Elingamita johnsonii

Common Name(s)


Current Conservation Status

2012 - At Risk - Naturally Uncommon

Conservation status of New Zealand indigenous vascular plants, 2012
The conservation status of all known New Zealand vascular plant taxa at the rank of species and below were reassessed in 2012 using the New Zealand Threat Classification System (NZTCS). This report includes a statistical summary and brief notes on changes since 2009 and replaces all previous NZTCS lists for vascular plants. Authors: Peter J. de Lange, Jeremy R. Rolfe, Paul D. Champion, Shannel P. Courtney, Peter B. Heenan, John W. Barkla, Ewen K. Cameron, David A. Norton and Rodney A. Hitchmough. File size: 792KB

Previous Conservation Status

2009 - At Risk - Naturally Uncommon
2004 - Range Restricted


2012 - CD, IE, OL
2009 - OL, IE


Elingamita johnsonii G.T.S.Baylis



Brief Description

Small tree with dark green glossy leaves bearing conspicuous red round fruit inhabiting the Three Kings Islands. Leaves 10-18cm long, leathery, widest towards tip, small pale dots visible when held up against the light. Fruit around 17mm wide, in tight clusters.

Flora Category

Vascular - Native

Structural Class

Dicotyledonous Trees & Shrubs




Endemic. Three Kings Islands where it is known only from West Island and two nearby rocky islets in the Princes Group.


Pohutukawa (Metrosideros excelsa) forest and coastal shrub on West island, where it is usually an understorey shrub or small tree. Also grows in exposed places as a canopy emergent, especially on Hinemoa Rock in the Princes Group.


Stout, mostly dioecious tree up to 8 m tall (usually much less). Branches ascending, initially fleshy to sub-succulent, soon becoming woody. Bark grey, smooth (finely lenticellate). Leaves on stout, succulent, coriaceous petioles up to 10 mm long; lamina rigidly coriaceous, 100-200 x 40-190 mm, dark glossy green above, pale beneath, obovate to broadly obovate, margins entire, midrib conspicuous, side veins evident. Inflorescences terminal, paniculate up to 60 x 60 mm, enlarging in fruit; bracteate with bracts shedding as inflorescence matures. Flowers with valvate sepals. Male flowers yellow to yellowish -pink, 4-6-partite, corolla longer than sepals (3-6 x 1.0-1.5 mm), narrowly obovate to broadly oblong. Filaments longer than corolla; anthers elliptic, pollen yellow to yellow-orange. Female flowers pale yellow to pink bearing rudimentary or rarely functional stamens, corolla shorter than sepals, 2.5 x 1-1.5 mm, adnate, shortly oblong to tubular, dehiscing after flowering as a ring. Ovary ovoid, tapered into a stout style. Fruit a globose to subglobose, drupe up to 20 mm diameter, bright red with white flesh. Seed single, enclosed within a brittle subcoriaceous grey-brown to greyish-white endocarp.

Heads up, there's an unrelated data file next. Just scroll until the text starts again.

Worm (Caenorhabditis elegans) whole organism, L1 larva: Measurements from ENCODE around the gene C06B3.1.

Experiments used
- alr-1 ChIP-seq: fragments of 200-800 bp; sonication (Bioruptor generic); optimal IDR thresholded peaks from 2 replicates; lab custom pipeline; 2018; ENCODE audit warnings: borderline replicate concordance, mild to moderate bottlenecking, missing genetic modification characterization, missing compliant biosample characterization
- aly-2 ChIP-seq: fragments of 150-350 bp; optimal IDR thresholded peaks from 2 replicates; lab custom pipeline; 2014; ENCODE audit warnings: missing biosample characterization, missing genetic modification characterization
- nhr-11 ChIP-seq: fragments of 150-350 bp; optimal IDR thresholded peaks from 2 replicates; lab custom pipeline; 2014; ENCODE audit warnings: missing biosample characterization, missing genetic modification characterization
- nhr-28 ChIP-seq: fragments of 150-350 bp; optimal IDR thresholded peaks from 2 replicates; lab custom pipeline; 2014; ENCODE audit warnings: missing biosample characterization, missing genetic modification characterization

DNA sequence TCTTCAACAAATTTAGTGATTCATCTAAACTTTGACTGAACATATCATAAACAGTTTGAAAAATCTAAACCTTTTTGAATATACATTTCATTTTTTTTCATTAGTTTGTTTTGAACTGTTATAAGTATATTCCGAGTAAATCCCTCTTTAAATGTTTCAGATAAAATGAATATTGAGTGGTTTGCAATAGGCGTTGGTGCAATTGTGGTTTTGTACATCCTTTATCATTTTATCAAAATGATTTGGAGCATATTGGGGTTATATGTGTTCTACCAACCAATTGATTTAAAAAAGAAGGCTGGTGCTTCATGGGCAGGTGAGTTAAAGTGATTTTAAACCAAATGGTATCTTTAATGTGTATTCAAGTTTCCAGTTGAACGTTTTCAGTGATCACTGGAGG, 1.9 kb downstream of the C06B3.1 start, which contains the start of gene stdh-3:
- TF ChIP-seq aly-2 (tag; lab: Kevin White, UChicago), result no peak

Similar Taxa

None - the unusual, greyish, almost turgid trunks and stems, dark green, glossy, entire leaves and large grape-like bunches of red, fleshy fruit are very distinctive.


February - May, sometimes also August - November

Flower Colours

Red / Pink,Yellow


Fruit take a year to ripen so can be present at anytime

Propagation Technique

Easy from seed - though this can take up to a year to germinate. Cuttings are slow to strike. Seedlings grow very rapidly and do best in semi-shade, though once established plants thrive in full sun. A fertile, free-draining soil is recommended. This species is predominantly dioecious, so male and female plants are needed to ensure that the attractive grape-like bunches of red fruit are produced. An excellent small specimen tree for the garden. However, very sensitive to cold and frost.


Currently not threatened but the entire world population occupies a rather small area on one rocky island and two very small adjacent rock islets. These habitats are currently rodent-free. So the species remains vulnerable to stochastic events, fire, and as the fruit is very palatable rats.

Chromosome No.

2n = 46

Endemic Taxon


Endemic Genus


Endemic Family


Cultural Use/Importance

The tree takes its name from its originally discovery on West Island, the island that was hit by the steamer the 'Elingamite'. The red, fleshy fruit are edible, the flesh tasting somewhat like an oily, salty apple.

Notes on Taxonomy

Elingamita is one of New Zealand's endemic, monotypic genera. Its relationship to other genera of the Primulaceae has yet to be properly established.

Fact Sheet Citation

Please cite as:  de Lange, P.J. (Year at time of Access): Elingamita johnsonii Fact Sheet (content continuously updated). New Zealand Plant Conservation Network. http://www.nzpcn.org.nz/flora_details.aspx?ID=476 (Date website was queried)



Fact Sheet prepared by Peter J. de Lange (17 July 2004).

This page last updated on 16 Jan 2019